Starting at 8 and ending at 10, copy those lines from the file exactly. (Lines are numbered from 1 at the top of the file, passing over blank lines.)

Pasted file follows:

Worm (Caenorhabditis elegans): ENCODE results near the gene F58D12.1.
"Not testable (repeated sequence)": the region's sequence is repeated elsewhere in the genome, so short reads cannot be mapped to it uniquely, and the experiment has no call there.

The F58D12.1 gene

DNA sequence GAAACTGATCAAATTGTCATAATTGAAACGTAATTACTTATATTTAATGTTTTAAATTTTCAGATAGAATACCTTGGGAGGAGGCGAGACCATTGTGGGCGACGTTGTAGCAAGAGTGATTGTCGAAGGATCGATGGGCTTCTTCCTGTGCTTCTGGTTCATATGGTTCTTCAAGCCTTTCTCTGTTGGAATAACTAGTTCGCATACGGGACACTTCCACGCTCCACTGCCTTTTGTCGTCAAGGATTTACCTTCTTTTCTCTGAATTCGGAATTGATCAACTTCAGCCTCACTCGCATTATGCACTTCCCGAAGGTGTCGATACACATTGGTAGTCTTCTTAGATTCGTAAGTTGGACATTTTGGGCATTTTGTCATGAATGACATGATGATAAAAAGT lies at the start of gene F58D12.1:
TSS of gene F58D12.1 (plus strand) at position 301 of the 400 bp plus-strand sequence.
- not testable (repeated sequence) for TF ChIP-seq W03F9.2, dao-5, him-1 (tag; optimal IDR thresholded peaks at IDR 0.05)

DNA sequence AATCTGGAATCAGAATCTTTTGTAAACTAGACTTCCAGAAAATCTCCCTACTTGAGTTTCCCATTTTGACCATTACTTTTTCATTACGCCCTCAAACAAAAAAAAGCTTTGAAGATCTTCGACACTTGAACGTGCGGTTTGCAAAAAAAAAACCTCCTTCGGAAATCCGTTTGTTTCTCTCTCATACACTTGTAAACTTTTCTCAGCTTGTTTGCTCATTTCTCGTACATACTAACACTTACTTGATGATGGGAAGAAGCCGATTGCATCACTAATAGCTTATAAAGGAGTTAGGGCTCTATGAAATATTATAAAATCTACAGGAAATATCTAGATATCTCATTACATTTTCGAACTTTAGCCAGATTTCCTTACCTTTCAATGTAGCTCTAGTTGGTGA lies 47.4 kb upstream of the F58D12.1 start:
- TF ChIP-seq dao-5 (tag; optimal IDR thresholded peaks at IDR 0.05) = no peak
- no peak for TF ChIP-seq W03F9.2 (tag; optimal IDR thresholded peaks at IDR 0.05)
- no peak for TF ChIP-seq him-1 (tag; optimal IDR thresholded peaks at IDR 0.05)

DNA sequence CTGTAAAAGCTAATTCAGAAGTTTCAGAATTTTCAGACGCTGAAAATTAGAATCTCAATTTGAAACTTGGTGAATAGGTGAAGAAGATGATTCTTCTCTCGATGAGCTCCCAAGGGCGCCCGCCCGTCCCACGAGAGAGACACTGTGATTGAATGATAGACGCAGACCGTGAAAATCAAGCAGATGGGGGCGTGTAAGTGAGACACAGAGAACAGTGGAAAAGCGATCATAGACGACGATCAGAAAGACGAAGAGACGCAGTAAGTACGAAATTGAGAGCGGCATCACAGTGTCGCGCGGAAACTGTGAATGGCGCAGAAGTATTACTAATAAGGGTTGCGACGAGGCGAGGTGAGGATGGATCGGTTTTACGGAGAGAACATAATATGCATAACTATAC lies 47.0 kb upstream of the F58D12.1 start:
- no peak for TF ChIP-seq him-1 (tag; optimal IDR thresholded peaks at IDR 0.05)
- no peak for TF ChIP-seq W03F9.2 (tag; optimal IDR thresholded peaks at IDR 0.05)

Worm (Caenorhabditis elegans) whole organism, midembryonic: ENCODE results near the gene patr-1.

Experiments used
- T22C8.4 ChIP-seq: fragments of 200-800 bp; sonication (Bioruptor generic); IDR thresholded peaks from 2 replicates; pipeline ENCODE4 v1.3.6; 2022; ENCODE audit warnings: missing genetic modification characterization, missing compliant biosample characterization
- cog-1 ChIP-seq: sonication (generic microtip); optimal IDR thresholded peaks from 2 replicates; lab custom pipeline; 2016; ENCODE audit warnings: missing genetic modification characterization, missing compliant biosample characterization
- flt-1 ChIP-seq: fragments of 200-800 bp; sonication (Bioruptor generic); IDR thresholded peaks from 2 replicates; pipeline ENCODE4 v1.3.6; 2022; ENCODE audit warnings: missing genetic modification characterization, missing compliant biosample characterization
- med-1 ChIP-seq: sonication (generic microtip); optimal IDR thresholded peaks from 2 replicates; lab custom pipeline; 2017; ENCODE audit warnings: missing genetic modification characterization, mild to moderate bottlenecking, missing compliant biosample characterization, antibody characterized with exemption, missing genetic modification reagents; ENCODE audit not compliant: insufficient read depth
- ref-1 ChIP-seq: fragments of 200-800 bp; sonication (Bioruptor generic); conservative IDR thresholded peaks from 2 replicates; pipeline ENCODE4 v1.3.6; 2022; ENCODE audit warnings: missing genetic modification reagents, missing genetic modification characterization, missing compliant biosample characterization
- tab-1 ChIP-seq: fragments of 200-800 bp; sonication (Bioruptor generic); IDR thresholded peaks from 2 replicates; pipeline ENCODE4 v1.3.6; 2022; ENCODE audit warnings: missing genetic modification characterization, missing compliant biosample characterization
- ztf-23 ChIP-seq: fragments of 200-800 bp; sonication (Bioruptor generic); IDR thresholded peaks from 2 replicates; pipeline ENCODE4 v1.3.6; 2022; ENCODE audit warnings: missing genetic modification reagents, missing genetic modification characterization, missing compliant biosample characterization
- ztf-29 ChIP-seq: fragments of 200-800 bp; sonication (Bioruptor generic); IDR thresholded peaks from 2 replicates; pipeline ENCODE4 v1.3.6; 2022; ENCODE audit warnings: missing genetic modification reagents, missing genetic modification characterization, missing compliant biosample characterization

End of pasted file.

- TF ChIP-seq dao-5 (tag; optimal IDR thresholded peaks at IDR 0.05) = no peak
- no peak for TF ChIP-seq W03F9.2 (tag; optimal IDR thresholded peaks at IDR 0.05)
- no peak for TF ChIP-seq him-1 (tag; optimal IDR thresholded peaks at IDR 0.05)